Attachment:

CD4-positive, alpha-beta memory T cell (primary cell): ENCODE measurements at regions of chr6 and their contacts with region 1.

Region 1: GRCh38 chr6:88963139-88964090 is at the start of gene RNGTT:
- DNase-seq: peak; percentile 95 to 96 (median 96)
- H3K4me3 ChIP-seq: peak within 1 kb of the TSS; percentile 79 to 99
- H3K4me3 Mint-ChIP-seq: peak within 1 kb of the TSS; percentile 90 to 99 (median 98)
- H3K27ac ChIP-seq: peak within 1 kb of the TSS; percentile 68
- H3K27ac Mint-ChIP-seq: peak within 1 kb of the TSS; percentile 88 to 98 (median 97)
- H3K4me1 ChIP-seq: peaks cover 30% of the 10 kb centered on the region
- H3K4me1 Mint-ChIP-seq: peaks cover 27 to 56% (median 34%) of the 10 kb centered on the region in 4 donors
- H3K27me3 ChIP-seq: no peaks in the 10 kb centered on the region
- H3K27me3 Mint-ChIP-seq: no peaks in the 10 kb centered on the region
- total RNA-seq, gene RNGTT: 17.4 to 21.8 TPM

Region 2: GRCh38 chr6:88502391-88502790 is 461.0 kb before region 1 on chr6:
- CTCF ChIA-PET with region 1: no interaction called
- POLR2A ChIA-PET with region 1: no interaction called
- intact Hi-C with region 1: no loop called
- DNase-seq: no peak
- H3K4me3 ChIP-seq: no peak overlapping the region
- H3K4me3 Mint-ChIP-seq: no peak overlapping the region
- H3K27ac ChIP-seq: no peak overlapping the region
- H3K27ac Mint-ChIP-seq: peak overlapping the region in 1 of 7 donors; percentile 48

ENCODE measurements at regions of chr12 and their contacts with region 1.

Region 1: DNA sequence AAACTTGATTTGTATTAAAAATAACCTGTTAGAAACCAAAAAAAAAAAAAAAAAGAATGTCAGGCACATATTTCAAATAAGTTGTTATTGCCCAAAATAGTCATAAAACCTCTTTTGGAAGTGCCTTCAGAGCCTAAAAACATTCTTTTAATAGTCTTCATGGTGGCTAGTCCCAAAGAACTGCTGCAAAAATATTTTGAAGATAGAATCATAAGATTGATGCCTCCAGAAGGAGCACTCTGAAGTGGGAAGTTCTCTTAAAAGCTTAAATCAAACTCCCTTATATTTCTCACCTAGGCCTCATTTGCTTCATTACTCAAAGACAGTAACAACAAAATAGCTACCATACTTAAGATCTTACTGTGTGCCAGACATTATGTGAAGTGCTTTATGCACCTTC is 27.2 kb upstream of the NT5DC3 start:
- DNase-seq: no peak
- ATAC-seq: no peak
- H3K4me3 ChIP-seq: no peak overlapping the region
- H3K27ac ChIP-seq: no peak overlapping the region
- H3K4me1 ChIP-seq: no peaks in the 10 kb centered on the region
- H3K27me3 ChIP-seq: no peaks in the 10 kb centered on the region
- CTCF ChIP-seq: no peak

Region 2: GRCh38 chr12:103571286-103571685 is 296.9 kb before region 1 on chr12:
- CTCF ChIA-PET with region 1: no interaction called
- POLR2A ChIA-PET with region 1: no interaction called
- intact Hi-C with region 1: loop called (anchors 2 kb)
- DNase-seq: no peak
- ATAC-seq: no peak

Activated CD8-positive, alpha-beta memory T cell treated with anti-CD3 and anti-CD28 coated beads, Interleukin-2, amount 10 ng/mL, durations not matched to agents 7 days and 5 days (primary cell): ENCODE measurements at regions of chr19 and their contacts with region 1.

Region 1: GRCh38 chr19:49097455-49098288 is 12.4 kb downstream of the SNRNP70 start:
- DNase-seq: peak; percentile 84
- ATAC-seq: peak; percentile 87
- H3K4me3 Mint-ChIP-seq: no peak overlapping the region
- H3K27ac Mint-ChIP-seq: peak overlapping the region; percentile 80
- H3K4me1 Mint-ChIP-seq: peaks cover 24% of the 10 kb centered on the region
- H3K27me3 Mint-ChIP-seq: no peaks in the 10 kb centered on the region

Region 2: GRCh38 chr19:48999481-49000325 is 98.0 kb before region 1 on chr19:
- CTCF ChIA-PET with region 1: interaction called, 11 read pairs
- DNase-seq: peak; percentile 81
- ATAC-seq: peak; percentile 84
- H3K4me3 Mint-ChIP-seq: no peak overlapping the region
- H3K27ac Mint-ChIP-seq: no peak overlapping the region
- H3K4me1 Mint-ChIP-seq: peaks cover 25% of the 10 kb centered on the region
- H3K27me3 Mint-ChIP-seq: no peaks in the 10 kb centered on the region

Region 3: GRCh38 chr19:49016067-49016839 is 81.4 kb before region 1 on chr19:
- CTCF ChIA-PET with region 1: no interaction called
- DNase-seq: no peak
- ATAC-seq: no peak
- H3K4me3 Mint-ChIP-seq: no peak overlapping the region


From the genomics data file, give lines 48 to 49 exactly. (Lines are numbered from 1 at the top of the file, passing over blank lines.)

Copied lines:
- ATAC-seq: peak; percentile 84
- H3K4me3 Mint-ChIP-seq: no peak overlapping the region